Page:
importance. The trade which is of value is the trade east of Suez,
which, passing through the Canal, depends upon its being kept open.
If the entrance to the Mediterranean were blocked at Gibraltar by a
heavy fleet, I cannot see any advantage to be gained against us by the
fleets blocked up in it — at any rate I would say, let o\xx first care be for
the Cape route, and secondly for the Mediterranean and Canal. The
former route entails no complications, the latter endless ones, coupled
with a precarious tenure. Look at the Mediterranean, and see how
small is that sea on which we are apparently devoting the greater part
of our attention. Aden should be made a Crown colony. The
Resident, according to existing orders, reports to Bombay, and Bombay



The Mauritius, the Cape, and the Congo. 239

to that Simla Council, which knows and cares nothing for the question.
A special regiment should be raised for its protection."

While stationed in the Mauritius, Gordon attained the rank of
Major-General in the army, and another colonel of Engineers was sent
out to take his place. During the last three months of his residence he
filled, in addition to his own special post, that of the command of all
the troops on the station, and at one time it seemed as if he might have
been confirmed in the appointment. But this was not done, owing, as
he suggested, to the " determination not to appoint officers of the Royal
Artillery or Engineers to any command ; " but a more probable reason
was that Gordon had been inquiring about and had discovered that the
colonists were not only a little discontented, but had some ground for
their discontent. By this time Gordon's uncompromising sense of
justice was beginning to be known in high official quarters, and the
then responsible Government had far too many cares on its shoulders
that could not be shirked to invite others from so remote and un-
important a possession as the Mauritius.

Even before any oflicial decision could have been arrived at in this
matter, fate had provided him with another destination.

Two passages have already been cited, showing the overtures first
made by the Cape Government, and then by Gordon himself, for his
employment in South Africa. Nothing came of those communica-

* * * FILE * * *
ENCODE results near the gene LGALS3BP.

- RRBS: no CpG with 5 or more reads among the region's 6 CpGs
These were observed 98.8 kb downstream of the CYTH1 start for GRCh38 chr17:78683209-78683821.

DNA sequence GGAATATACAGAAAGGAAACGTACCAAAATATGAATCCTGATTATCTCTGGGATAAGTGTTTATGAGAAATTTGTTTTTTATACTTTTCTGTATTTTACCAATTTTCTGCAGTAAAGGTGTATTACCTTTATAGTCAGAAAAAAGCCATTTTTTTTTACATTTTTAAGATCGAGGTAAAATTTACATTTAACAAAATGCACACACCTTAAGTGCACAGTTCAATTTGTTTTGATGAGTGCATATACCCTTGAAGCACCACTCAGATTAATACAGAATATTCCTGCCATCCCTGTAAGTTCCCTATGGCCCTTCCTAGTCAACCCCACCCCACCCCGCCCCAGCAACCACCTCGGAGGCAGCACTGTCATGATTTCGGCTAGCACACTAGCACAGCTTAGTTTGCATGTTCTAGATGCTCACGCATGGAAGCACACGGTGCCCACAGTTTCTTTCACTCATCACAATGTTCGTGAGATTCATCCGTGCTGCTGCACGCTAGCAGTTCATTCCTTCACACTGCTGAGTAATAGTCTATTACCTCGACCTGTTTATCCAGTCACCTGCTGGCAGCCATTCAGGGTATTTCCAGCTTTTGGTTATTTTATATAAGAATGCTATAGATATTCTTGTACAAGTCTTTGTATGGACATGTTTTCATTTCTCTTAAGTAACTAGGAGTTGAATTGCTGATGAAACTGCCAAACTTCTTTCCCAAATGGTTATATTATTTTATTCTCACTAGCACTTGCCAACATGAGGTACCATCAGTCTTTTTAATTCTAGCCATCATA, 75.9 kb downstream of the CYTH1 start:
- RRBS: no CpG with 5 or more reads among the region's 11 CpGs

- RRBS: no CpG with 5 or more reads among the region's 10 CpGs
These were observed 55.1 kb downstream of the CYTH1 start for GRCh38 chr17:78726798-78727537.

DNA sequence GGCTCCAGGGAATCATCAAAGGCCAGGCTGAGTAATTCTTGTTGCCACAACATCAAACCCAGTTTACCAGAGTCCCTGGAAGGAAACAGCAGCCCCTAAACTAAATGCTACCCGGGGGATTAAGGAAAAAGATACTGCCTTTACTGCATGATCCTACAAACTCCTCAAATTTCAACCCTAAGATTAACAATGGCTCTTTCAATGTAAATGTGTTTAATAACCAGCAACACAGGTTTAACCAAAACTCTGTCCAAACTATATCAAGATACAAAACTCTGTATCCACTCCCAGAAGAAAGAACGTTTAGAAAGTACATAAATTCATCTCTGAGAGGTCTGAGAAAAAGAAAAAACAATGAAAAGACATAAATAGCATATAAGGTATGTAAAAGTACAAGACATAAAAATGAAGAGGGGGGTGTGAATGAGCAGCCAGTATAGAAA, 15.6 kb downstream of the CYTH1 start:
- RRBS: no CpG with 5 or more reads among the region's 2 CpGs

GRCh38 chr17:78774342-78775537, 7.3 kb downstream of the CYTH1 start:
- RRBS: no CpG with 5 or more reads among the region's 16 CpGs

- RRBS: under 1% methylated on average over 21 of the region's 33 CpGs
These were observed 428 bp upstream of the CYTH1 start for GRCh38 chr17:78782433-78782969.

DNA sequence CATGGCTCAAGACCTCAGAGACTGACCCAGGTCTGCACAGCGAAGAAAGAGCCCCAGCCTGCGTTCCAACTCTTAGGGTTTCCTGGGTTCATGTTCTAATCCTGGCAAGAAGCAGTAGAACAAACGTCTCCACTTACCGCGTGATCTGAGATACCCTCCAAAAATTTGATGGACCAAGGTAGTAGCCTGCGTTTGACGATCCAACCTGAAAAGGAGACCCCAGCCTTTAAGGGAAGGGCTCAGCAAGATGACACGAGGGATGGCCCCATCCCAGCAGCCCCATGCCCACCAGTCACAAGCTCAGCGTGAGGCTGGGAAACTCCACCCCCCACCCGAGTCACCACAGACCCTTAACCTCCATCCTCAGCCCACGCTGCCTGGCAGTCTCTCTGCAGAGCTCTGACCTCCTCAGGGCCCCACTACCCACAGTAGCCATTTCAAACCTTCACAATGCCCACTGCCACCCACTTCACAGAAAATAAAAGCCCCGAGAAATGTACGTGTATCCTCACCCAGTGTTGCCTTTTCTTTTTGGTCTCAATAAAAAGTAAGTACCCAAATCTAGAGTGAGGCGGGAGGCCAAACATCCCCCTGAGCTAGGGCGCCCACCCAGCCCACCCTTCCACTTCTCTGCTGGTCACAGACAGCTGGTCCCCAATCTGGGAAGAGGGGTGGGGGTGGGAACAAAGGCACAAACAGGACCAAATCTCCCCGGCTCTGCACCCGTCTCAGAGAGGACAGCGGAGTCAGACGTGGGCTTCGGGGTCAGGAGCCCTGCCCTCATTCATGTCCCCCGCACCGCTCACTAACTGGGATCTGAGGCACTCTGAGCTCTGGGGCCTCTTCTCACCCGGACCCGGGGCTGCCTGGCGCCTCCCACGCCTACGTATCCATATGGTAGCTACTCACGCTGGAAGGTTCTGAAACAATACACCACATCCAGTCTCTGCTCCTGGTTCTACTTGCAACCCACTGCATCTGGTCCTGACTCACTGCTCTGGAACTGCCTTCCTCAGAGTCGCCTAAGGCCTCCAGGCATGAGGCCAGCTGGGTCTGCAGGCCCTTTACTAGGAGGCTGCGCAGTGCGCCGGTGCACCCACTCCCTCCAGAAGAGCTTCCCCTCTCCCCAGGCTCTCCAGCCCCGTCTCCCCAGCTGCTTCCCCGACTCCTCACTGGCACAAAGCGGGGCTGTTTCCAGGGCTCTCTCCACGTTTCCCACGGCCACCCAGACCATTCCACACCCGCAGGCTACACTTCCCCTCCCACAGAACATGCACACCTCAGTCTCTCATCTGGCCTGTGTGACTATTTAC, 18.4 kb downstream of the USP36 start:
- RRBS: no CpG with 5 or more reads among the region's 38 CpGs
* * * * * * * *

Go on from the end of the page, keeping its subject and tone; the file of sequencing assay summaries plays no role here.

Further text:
tions. On 23rd February 1882, when an announcement was made
by myself that Gordon would vacate his command in a few weeks'
time, the Cape Government again expressed its desire to obtain the
use of his services, and moreover recollected the telegram to which
no reply had been sent. Sir Hercules Robinson, then Governor of the
Cape, sent the following telegram to the Colonial Secretary, the Earl of
Kimberley : —

"Ministers request me to inquire whether H.M.'s Government
would permit them to obtain the services of Colonel Charles Gordon.
Ministers desire to invite Colonel Gordon to come to this Colony for
the purpose of consultation as to the best measures to be adopted with
reference to Basutoland, in the event of Parliament sanctioning their
proposals as to that territory, and to engage his services, should he be
willing to renew the offer made to their predecessors in April 1881, to
assist in terminating the war and administering Basutoland."

Lord Kimberley then sent instructions by telegraph to Durban, and
thence by steamer, sanctioning Gordon's employment and his immediate
departure from the Mauritius. The increasing urgency of the Basuto
question induced the Cape Government to send a message by telegraph
to Aden, and thence by steamer direct to Gordon. In this message they



240 The Life of Gordon.

stated that " the services of some one of proved abiHty, firmness, and
energy," were required ; that they did not expect Gordon to be bound
by the salary named in his own telegram, and that they begged him to
visit the Colony "at once" — repeating the phrase twice. All these
messages reached Gordon's hands on 2nd April. Two days later he
started in the sailing vessel Scotia, no other ship being obtainable.

The Cape authorities had therefore no ground to complain of the
dilatoriness of the man to whom they appealed in their difficulty,
although their telegram was despatched 3rd of March, and Gordon
did not reach Cape Town before the 3rd of May. It will be quite
understood that Gordon had offered in the first place, and been
specially invited in the second place, to proceed to the Cape, for the
purpose of dealing with the difficulty in Basutoland. He was to find
that, just as his mission to China had been complicated by extraneous
circumstances, so was his visit to the Cape to be rendered more difficult
by Party rivalries, and by work being thrust upon him which he had
several times refused to accept, and for the efficient discharge of
which, in his own way, he knew he would never obtain the requisite
authority.

Before entering upon this matter a few words may be given to the
financial agreement between himself and the Cape Government. The
first office in 1880 had carried with it a salary of ^^1500; in 1881